Sunday, June 16, 2019

Leaking money

I'm back from La-la land, where people go to be sick. Over a month, taking care of kids and then nursing myself back to health, I'm finally regaining my senses enough to tackle some challenges, head-on. Like how NOT to spend money, where I don't have to.

In the kitchen, I've had an ongoing problem for over 3 months now. Which I've been trying to find an economical solution to...

Something broke!

How much would you expect to pay, to fix a leaking dishwasher drainage hose? In our case, it was going to cost around $300. Gasp, right? It comes down to one company in the region, who only fixes Smeg dishwashers. They have a business to run and need to be profitable, but I won't spend $300 to fix a hose, without exploring alternatives first

Having already spent $120 for them to investigate, and determine the problem, it was educational watching how to dismantle parts of the machine. However, instead of paying them another $180 to finish the job, I was going to find the part myself, and see if I could install it. After all, how hard could it be to replace a piece of plastic?

A requested, ginger-kisses cake

In the interim though, there were two birthday parties to organise, and a bunch of other important stuff, I won't mention to save time. Needless to say, 3 months can pass very quickly. But in all honesty, I was really dragging my tail (intentionally) when I had gaps of spare time available.

In those 3 months, I may have located the part online, organised shipping, watched countless instructional videos, and nursed us all back to some semblance of cognitive health - but I still wouldn't tackle the dishwasher. I was stalling. Everything was ready. Why did I hesitate?

Some business to attend to

FEAR! The machine may have only been 5 months out of warranty, and just over 2 years old, but I still had a dishwasher valued near $2,000. I'll tell you why we even considered paying that much in a different post. Needless to say, I felt like a rookie in the big leagues now, and understandably anxious to make the first move!

The instructional videos I was able to watch, were only for generic brands. So not exactly confidence boosting. What I gleaned from the technician we paid to determine the problem, only showed me how to separate plastic joints, without breaking them. That gave a little more confidence, but I still had no idea what I was going to be facing, underneath. Especially since the part I was replacing, looked slightly different to the ones in the video.

Unfortunately, I couldn't avoid the stainless steel elephant in the room, any longer. Seriously. Christmas was coming! So I dragged out the tools and parts (above) which the instructional video, recommended, and put my head down to work.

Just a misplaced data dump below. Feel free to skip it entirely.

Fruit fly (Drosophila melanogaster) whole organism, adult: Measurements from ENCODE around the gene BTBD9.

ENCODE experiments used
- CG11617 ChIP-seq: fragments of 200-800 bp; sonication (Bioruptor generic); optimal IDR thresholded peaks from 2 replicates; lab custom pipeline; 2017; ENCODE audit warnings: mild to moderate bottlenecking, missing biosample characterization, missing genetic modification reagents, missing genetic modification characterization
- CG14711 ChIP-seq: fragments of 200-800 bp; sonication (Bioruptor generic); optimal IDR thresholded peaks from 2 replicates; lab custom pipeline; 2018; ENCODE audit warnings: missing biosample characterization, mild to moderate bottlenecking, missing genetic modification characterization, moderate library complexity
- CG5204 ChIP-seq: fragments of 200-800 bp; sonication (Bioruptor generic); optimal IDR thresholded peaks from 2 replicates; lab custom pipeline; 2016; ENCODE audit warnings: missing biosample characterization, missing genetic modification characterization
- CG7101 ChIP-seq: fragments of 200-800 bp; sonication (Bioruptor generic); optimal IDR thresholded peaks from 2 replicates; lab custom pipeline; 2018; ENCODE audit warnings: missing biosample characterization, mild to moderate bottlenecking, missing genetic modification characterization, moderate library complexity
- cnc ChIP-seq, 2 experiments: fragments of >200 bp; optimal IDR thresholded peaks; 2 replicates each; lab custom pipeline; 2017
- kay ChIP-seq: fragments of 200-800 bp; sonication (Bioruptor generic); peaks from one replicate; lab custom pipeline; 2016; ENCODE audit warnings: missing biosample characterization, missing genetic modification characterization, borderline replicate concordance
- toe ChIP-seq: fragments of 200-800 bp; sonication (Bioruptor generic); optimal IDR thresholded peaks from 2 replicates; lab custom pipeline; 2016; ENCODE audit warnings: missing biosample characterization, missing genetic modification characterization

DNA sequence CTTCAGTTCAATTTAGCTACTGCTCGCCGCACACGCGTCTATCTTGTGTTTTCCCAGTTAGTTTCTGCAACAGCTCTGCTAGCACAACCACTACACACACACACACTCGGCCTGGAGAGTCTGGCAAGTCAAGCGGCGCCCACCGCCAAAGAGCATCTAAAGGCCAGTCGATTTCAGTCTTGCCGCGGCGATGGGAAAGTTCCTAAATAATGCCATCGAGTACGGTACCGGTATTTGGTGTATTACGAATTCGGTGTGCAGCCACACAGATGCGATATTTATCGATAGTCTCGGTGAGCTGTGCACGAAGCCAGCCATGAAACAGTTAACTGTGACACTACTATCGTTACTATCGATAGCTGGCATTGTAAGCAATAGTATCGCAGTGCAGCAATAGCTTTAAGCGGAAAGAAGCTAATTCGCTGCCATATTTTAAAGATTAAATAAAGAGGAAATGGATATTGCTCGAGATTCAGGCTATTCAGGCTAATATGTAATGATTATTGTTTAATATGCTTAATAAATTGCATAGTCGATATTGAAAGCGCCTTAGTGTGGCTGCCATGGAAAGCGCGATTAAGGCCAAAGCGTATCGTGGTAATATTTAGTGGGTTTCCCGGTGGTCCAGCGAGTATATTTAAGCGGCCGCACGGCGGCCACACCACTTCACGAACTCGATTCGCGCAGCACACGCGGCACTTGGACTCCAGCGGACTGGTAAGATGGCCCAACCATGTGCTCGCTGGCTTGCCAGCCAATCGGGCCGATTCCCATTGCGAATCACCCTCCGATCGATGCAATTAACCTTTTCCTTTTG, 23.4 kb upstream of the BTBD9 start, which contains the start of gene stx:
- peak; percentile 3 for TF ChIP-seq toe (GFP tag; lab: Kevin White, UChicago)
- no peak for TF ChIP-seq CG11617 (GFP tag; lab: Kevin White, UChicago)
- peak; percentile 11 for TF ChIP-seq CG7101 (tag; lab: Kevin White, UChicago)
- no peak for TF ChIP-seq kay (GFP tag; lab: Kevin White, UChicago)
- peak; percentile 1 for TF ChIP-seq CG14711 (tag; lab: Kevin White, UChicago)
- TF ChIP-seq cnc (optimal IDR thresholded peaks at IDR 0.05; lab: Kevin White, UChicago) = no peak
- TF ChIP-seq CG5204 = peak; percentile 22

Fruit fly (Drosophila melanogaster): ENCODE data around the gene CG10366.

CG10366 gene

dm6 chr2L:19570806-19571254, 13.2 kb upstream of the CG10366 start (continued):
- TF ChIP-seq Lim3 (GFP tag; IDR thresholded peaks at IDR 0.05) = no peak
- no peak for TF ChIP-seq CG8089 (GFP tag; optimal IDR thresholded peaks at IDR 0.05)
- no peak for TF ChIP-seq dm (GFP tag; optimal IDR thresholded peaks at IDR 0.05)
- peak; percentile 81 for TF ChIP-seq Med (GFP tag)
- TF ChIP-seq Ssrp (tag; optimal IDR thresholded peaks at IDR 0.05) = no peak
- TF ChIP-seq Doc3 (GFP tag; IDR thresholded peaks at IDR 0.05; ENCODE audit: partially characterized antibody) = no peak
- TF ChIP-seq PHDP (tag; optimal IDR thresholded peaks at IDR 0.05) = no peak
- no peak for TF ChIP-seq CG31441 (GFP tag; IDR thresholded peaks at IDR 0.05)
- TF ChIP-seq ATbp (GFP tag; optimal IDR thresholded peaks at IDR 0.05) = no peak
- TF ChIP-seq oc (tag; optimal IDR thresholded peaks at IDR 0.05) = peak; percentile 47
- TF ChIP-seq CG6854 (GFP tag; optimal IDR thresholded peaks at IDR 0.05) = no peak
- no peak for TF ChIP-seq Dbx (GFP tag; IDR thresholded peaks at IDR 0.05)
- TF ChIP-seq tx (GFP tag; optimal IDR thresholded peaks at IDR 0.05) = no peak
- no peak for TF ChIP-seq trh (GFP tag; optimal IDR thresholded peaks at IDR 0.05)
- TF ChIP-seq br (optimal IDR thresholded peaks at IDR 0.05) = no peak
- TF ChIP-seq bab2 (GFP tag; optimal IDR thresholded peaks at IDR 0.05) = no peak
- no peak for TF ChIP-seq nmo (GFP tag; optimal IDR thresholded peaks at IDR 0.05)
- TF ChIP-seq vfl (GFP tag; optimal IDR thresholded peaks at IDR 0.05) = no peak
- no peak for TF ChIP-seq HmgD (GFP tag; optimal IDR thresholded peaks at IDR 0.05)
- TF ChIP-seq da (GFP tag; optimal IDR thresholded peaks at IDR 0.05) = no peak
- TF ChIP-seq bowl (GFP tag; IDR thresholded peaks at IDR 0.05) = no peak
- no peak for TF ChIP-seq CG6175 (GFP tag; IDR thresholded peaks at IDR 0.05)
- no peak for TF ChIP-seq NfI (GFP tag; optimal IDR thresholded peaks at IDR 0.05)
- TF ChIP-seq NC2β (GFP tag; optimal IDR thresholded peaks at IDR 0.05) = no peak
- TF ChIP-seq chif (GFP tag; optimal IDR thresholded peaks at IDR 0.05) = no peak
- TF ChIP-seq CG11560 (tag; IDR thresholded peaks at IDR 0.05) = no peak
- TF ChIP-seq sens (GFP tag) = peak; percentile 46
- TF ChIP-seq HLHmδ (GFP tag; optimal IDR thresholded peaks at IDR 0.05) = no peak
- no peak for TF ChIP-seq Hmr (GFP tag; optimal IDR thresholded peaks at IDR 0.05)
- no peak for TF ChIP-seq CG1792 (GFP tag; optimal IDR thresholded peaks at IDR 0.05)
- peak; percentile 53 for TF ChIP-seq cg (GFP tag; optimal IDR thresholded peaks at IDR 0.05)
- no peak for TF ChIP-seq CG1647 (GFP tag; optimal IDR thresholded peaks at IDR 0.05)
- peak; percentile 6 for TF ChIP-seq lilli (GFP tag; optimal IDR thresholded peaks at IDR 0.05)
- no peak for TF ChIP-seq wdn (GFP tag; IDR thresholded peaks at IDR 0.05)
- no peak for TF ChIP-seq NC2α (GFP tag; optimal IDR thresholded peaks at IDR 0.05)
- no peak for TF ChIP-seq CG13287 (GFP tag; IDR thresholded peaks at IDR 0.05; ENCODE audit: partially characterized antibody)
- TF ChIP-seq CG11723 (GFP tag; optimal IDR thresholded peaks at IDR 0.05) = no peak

The test run

Ironically, the multi-grip and hose clamps, turned out to be of no use, at all. Just a simple screwdriver was needed. Plus a lot of patience. As what I was planning for taking the machine apart, turned into dismantling, underneath the sink too. Thankfully, not the plumbing. Just everything I stored around it, blocking access to the hose clamp.

I'll spare you the details of my rookie, learning curve - but it was laughably easy to replace, in the end. Every step was less complicated, than the instructional video outlined. So I guess, Smeg still designs its machines for simplicity. It was tempting afterwards, to reprimand myself for letting fear control the schedule, almost every step of the way. But I realised there was some logic to it, as well...

Sweet victory

Those three months, gave time to watch a lot of instructional videos, get the best price for parts online, and accomplish a bunch of other stuff in my life, that really needed doing too. In the end, it forced me to be patient. And by association, I gained more confidence. What looked like "fear" calling the shots, was really building momentum into providing the solution. Rookies, just need more time to practice the moves.

Now my Smeg is back in it's little nook. Leak free. Saving just over $150, in those 3 months. Should the part ever fail again, I can confidently replace it myself. So there's potential to save even more money, in the future. It makes sense to spend $300 to replace a part, if you have mobility issues, or a bunch of kids to wrangle. Being realistic, is part of the problem solving process. But if it's doable, look for ways to empower your skill-set and save yourself some money.

Safety first though. Always unplug an electronic device, if you're going to work on it. Especially if it's in contact with water. And bring lots of towels!! Have you had to push yourself past a discomfort zone, recently (or ongoing) as the case may be? Do you still feel like a bit of a rookie?